There’s A Really Good Reason Why Your Tax Refund Is Mega Late
Here’s What You Need to Remember: The IRS is also still dealing with the fallout from the pandemic, and as of March, the agency still had a backlog of 2.4 million paper returns from the 2019 tax year to process.
If you filed your income tax return and haven’t gotten your refund you’re not alone. Some 31 million returns are being held for manual processing ahead of the May 17 tax filing deadline, and that backlog has grown by two million returns since mid-April. As the Internal Revenue Service (IRS) has fallen behind in processing the millions of income tax returns, that is potentially delaying the refunds owed to the American taxpayer.
“I was hoping it would go down, but I’m not that optimistic,” National Taxpayer Advocate Erin M. Collins told CBS MoneyWatch.
“Taxpayers will continue to experience unusually long delays,” Collins added. “I don’t think anyone wants to hear that, but that is the case.”
Typically, the IRS sends most refunds within twenty-one days or less of a taxpayer filing the return – and the IRS received it of course. Mail has certainly been a factor, but for some earlier filers, the wait for their tax refunds has been as much as six to eight weeks.
There are other factors that could be slowing returns, and some newly filed returns have been flagged by the IRS because of issues related to recent tax changes as well as federal stimulus checks. There are other factors, including an income that includes errors or is incomplete, the return could be impacted by identity theft or fraud, or the return includes a claim for the Earned Income Tax Credit or Additional Child Tax Credit.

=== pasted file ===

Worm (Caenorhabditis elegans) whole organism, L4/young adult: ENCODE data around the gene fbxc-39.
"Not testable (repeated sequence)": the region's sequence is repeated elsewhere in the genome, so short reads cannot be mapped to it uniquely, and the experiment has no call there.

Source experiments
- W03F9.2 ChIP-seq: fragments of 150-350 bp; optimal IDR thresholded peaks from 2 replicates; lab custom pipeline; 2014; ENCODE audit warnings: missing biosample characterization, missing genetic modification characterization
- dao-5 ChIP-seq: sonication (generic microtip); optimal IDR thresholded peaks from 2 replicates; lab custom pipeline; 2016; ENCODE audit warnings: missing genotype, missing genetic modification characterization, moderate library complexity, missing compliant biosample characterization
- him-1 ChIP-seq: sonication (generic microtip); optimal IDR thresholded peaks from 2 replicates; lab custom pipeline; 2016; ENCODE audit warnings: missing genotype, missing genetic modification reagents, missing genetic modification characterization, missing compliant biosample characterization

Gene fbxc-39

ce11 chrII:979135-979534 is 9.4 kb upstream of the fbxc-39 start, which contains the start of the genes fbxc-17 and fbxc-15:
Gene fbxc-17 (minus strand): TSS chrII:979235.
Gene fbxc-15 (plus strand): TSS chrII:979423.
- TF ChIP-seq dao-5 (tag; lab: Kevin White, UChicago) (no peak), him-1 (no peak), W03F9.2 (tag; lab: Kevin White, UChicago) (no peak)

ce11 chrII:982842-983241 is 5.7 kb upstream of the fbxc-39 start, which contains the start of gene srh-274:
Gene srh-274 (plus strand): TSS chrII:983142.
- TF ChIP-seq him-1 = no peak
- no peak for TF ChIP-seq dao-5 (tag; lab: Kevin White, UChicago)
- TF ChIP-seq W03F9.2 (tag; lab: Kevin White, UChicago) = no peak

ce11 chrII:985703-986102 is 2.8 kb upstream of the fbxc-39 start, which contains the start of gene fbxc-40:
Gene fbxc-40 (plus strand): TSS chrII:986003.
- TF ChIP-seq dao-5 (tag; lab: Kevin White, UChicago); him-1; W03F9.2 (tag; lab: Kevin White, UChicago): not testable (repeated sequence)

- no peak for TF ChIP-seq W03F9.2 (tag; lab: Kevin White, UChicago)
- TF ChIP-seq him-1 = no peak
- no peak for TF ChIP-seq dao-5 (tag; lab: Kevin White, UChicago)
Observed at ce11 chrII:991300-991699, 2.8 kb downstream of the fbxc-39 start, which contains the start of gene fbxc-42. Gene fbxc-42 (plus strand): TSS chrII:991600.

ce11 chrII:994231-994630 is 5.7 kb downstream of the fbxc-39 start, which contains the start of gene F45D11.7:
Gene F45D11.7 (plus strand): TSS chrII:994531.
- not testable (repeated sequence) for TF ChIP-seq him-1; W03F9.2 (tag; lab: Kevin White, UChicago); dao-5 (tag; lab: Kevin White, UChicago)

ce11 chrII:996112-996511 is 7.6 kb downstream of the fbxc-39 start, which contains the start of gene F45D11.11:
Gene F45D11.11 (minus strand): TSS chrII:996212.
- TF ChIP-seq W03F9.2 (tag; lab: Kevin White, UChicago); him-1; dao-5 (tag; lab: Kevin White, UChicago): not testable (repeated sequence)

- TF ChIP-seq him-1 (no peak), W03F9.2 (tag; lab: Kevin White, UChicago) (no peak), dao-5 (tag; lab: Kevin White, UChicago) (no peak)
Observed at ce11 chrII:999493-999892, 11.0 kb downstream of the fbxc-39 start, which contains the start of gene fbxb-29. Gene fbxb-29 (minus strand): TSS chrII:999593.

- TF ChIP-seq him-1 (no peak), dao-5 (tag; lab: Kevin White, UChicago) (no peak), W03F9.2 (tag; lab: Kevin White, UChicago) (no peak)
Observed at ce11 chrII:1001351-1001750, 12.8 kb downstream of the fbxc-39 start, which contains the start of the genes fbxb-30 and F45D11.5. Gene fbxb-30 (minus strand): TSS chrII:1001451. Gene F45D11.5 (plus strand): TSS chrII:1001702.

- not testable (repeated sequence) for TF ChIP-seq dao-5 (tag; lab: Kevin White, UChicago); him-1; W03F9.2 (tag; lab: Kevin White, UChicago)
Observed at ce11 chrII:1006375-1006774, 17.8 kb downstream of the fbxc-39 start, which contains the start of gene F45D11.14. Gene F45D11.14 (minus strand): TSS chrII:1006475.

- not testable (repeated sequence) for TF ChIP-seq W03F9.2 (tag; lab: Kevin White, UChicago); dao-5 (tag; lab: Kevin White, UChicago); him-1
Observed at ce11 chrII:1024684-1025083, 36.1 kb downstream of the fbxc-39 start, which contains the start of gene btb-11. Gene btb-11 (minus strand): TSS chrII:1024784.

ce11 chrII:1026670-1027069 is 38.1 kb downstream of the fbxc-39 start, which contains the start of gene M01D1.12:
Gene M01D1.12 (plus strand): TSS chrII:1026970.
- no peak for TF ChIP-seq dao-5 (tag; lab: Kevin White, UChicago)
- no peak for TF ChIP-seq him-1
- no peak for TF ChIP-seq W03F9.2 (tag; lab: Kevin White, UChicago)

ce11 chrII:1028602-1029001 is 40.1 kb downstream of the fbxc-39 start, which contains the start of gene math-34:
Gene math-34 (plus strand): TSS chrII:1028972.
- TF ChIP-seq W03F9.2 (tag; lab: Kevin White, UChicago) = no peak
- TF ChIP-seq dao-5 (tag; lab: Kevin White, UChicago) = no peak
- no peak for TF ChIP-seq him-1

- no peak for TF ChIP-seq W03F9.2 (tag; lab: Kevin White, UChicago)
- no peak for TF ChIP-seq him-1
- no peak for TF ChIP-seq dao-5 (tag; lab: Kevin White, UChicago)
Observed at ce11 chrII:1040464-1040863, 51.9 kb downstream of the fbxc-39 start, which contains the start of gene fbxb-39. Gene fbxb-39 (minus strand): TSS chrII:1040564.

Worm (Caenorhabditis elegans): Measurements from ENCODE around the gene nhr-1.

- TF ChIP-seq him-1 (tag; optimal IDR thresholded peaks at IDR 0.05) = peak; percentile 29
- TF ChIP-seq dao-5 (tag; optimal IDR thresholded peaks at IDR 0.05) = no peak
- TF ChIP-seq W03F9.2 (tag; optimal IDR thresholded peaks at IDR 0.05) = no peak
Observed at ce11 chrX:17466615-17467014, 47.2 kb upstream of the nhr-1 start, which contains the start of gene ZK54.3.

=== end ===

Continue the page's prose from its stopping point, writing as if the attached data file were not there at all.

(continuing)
Additionally, the IRS explains that even direct deposit returns can be slowed because of the time between the IRS issuing a refund and the bank posting it to an account, especially as many banks do not process on weekends or holidays.
The IRS also has noted that taxpayers claiming the Recovery Rebate Credit on their tax return will not cause a delay in the processing of that tax return. However, the IRS added it is important that taxpayers claim the correct amount. “If a correction is needed, there may be a slight delay in processing the return and the IRS will send a notice explaining any change made,” the IRS warned. “Refunds may be delayed while the IRS makes any necessary corrections.”
The IRS is also still dealing with the fallout from the pandemic, and as of March, the agency still had a backlog of 2.4 million paper returns from the 2019 tax year to process.
For those who are waiting, the IRS has reminded taxpayers that the most convenient way to check on a return is by using the “Where’s My Refund?” tool on the IRS.gov website or through the IRS2GoMobileApp.
“Taxpayers can start checking their refund status within 24 hours after an e-filed return is received,” the IRS has explained. “In addition, Where’s My Refund provides a personalized date after the return is processed and a refund is approved.”
Peter Suciu is a Michigan-based writer who has contributed to more than four dozen magazines, newspapers and websites. He regularly writes about military small arms, and is the author of several books on military headgear including A Gallery of Military Headdress, which is available on Amazon.com. This article first appeared earlier this year.